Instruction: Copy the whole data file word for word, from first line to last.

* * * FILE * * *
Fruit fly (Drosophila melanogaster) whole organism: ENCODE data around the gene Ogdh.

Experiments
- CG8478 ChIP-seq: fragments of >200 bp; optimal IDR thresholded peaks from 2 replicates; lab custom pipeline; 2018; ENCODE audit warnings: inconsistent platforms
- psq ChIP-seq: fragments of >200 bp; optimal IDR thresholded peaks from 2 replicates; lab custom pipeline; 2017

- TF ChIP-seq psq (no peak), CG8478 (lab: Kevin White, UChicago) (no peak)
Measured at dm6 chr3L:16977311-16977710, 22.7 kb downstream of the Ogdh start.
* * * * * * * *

Fruit fly (Drosophila melanogaster) whole organism: ENCODE data around the gene Ogdh.

Experiments
- CG8478 ChIP-seq: fragments of >200 bp; optimal IDR thresholded peaks from 2 replicates; lab custom pipeline; 2018; ENCODE audit warnings: inconsistent platforms
- psq ChIP-seq: fragments of >200 bp; optimal IDR thresholded peaks from 2 replicates; lab custom pipeline; 2017

- TF ChIP-seq psq (no peak), CG8478 (lab: Kevin White, UChicago) (no peak)
Measured at dm6 chr3L:16977311-16977710, 22.7 kb downstream of the Ogdh start.